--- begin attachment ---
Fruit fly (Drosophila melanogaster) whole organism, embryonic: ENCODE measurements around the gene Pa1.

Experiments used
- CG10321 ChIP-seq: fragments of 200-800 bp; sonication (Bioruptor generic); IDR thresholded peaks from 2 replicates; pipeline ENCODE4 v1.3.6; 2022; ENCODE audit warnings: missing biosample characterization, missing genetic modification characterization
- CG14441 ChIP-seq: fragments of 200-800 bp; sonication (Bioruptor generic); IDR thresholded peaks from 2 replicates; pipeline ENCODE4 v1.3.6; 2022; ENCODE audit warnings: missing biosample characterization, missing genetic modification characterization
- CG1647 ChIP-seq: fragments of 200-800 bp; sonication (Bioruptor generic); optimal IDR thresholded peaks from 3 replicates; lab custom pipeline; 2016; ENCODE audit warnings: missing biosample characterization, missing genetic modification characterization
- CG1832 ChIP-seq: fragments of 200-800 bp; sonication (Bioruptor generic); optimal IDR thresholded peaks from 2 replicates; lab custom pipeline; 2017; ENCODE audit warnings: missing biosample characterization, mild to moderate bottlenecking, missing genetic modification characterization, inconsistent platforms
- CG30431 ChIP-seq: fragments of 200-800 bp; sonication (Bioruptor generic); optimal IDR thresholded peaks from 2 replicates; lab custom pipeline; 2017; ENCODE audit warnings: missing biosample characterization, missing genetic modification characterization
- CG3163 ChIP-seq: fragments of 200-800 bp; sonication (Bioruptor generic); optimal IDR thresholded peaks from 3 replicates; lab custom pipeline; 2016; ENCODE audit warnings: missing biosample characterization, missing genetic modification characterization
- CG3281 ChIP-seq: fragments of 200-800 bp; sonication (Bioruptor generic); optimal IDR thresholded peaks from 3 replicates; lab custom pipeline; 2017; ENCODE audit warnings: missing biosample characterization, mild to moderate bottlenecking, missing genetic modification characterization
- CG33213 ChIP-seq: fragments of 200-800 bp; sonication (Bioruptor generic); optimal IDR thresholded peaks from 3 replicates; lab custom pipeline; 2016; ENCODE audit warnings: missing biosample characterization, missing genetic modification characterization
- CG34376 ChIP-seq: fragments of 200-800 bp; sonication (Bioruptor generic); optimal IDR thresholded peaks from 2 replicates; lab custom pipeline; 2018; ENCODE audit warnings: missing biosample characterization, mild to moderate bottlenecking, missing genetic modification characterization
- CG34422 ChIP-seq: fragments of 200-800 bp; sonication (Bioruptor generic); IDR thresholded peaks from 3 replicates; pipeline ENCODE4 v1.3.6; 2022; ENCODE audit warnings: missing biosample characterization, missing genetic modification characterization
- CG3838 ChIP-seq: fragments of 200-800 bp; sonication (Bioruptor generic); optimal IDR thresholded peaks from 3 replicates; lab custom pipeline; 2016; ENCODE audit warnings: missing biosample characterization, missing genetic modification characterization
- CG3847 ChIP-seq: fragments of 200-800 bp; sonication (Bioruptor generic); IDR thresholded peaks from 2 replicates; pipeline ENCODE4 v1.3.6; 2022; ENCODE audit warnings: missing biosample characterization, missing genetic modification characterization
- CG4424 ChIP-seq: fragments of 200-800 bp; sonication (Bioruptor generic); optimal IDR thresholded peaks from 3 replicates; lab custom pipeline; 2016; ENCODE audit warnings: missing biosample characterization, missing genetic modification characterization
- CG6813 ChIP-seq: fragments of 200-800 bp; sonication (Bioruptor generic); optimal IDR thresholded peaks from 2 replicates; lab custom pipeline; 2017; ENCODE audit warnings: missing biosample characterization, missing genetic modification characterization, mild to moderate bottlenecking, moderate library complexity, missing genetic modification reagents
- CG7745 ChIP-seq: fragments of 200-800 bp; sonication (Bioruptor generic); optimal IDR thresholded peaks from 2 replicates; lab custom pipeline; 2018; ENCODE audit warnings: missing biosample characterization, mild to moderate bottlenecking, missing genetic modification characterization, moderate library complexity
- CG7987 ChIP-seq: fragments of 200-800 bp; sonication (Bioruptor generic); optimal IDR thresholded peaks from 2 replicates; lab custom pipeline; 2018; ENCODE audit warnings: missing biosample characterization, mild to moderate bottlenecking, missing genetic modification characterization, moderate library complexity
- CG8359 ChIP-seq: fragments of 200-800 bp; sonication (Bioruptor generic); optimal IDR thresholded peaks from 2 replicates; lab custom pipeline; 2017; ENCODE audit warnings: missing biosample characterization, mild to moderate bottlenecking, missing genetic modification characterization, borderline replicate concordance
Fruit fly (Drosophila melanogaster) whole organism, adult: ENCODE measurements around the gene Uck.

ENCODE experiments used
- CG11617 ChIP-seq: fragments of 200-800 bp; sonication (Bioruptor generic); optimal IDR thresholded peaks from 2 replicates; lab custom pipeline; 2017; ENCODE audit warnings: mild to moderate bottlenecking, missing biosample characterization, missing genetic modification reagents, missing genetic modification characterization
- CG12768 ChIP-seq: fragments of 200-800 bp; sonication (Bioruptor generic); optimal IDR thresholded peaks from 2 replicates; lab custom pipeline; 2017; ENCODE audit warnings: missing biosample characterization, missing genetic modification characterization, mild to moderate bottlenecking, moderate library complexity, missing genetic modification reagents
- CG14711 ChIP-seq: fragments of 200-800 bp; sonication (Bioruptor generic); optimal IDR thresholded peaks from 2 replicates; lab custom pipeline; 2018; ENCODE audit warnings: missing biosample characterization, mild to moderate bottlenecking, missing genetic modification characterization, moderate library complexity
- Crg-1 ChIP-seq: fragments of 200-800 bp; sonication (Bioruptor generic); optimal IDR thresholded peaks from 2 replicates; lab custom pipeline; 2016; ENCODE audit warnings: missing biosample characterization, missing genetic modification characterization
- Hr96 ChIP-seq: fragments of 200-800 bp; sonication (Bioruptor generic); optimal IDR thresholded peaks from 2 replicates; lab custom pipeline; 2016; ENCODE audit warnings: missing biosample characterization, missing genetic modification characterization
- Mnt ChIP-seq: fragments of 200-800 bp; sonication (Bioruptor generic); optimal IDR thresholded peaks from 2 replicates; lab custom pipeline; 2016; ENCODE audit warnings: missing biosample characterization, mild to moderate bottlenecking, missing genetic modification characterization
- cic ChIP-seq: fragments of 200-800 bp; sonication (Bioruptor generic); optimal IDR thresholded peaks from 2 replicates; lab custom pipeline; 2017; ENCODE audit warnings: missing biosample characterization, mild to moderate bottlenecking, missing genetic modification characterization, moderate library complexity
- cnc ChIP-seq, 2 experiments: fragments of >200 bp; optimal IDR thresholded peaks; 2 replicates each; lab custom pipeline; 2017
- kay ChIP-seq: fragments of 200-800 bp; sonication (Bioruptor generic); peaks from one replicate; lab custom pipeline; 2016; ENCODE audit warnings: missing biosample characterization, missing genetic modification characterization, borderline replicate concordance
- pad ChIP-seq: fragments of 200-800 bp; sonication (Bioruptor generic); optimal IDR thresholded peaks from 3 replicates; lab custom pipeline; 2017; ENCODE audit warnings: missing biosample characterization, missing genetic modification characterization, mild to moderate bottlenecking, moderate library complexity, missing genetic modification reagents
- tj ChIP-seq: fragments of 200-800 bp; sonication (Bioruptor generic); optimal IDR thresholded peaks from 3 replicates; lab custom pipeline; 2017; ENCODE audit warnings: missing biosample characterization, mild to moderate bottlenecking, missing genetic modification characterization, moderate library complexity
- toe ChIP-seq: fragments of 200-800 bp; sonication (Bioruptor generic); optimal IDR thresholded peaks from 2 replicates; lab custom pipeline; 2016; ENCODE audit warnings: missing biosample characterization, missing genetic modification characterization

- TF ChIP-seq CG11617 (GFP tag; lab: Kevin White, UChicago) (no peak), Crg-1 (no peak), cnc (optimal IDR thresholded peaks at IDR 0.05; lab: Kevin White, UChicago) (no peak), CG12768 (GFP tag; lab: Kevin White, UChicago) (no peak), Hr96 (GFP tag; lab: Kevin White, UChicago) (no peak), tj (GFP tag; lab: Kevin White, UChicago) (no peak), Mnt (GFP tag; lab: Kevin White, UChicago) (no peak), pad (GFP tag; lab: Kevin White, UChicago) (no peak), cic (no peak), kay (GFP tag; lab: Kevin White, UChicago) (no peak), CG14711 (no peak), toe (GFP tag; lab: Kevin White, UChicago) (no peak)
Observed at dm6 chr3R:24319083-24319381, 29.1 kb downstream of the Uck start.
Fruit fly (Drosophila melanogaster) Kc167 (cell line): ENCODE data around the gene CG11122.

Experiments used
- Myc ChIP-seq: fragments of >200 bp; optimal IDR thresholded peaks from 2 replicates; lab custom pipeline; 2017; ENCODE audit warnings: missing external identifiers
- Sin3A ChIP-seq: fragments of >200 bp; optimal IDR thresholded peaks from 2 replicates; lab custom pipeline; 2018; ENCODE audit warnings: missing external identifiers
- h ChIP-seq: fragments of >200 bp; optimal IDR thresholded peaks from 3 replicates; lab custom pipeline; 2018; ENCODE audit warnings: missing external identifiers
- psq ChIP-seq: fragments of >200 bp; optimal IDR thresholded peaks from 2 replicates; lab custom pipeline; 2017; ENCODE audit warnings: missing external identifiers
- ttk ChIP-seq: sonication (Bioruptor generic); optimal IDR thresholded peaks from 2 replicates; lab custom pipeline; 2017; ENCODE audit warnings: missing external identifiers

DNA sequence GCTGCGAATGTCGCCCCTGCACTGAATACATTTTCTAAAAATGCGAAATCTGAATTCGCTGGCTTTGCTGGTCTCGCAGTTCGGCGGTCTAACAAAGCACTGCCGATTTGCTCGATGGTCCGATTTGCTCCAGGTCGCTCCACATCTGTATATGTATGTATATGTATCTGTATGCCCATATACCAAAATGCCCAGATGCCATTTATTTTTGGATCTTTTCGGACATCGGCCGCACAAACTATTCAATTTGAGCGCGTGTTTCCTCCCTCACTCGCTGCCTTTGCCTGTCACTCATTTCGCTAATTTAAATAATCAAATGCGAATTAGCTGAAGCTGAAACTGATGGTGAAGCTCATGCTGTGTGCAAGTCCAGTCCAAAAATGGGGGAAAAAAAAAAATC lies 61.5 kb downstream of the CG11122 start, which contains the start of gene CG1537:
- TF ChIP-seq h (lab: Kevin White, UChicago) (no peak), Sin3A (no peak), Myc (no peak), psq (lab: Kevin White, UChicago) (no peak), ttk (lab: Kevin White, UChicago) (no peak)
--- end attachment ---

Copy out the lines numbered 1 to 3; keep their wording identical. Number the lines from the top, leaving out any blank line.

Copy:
Fruit fly (Drosophila melanogaster) whole organism, embryonic: ENCODE measurements around the gene Pa1.

Experiments used
- CG10321 ChIP-seq: fragments of 200-800 bp; sonication (Bioruptor generic); IDR thresholded peaks from 2 replicates; pipeline ENCODE4 v1.3.6; 2022; ENCODE audit warnings: missing biosample characterization, missing genetic modification characterization